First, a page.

Douglas Connell, a tax lawyer at Turcan Connell and chairman of Museums and Galleries Scotland has proposed preferential treatment in preparing tax accounts for artists. His view is that tax breaks for artists would enrich Scotland’s cultural life. He would like to see Irish-style tax breaks for “players in orchestras, craft makers, writers, dancers, artists, actors, composers and others involved in creative and artistic activities”. He said: “These individuals typically have relatively modest incomes but contribute greatly to the artistic and cultural life of our country which, in turn, has significant economic benefits”. Mr Connell has submitted a plan to the commission led by Lord Smith of Kelvin to examine the new powers to be devolved to Scotland in the wake of the referendum.
He wrote to the commission in a personal capacity and believes the move would be a “huge welcome sign to artists from Scotland, and a symbol of our confidence in our culture”. The Republic of Ireland has given artists a tax exemption since 1969 which means the profits from the sale of works do not attract income tax up to a maximum amount of €40,000, or £31,500.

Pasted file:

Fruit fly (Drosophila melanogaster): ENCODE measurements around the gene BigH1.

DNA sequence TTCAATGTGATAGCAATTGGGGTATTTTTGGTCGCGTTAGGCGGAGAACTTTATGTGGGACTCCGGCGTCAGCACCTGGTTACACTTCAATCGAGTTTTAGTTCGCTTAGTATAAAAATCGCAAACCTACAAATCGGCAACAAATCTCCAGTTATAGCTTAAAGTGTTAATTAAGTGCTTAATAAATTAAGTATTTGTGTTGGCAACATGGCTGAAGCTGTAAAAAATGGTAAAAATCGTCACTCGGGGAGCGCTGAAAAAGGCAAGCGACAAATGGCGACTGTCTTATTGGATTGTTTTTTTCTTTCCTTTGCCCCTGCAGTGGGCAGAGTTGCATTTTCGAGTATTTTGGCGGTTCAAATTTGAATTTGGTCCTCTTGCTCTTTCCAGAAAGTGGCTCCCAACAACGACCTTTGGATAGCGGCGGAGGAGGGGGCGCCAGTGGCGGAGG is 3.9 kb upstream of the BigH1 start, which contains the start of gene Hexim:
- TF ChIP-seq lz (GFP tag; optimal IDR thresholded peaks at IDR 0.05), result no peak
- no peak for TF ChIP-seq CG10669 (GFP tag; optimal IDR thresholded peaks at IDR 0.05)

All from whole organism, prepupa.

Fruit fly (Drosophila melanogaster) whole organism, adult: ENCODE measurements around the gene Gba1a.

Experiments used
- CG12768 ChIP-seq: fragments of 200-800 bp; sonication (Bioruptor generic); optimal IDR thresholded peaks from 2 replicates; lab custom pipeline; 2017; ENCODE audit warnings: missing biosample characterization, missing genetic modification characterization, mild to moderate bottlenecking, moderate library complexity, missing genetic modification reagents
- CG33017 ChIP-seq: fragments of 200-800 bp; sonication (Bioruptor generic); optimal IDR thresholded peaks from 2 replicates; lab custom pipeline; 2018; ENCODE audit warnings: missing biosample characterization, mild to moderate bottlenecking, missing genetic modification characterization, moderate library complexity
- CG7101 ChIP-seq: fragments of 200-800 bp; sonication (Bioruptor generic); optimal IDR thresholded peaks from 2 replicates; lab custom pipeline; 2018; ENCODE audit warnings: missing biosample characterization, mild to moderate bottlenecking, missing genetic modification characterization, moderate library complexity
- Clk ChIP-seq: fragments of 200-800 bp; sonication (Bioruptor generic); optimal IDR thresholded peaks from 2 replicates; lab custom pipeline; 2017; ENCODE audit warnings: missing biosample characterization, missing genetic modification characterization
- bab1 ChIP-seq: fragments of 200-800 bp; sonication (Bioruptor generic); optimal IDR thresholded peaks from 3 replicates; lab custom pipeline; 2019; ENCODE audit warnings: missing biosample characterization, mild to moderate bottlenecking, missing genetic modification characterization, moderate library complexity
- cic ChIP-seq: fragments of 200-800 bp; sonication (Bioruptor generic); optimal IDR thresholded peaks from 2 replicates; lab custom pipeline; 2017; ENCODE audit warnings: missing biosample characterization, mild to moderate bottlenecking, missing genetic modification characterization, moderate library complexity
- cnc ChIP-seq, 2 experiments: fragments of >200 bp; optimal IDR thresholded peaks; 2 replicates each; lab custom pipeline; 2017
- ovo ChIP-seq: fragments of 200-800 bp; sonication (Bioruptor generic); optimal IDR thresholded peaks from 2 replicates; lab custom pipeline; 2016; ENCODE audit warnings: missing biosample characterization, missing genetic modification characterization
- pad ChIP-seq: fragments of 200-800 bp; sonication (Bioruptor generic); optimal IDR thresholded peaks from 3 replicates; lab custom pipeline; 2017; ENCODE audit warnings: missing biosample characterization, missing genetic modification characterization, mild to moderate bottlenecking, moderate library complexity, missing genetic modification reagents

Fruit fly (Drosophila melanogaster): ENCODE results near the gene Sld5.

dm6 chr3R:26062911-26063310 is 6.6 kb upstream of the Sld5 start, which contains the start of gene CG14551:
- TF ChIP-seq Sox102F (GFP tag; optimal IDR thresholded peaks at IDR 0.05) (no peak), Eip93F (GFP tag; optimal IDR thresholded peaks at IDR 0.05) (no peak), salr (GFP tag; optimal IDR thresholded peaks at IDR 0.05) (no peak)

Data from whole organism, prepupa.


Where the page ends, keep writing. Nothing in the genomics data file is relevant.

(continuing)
Changes to the tax system in Scotland are already taking effect in other areas, but tax breaks for artists are not planned at the moment. You don’t need to wait for a change in the tax system to save money as Tim Alter of Alterledger has been invited by the Scottish Artists Union and Applied Arts Scotland to deliver a seminar on how to prepare accounts for artists.
The seminar will cover the items below in straightforward language. The aim is for you to learn enough to be able to complete your own accounts and save on accountancy fees!
Use the following panel to book a place on 21st May.
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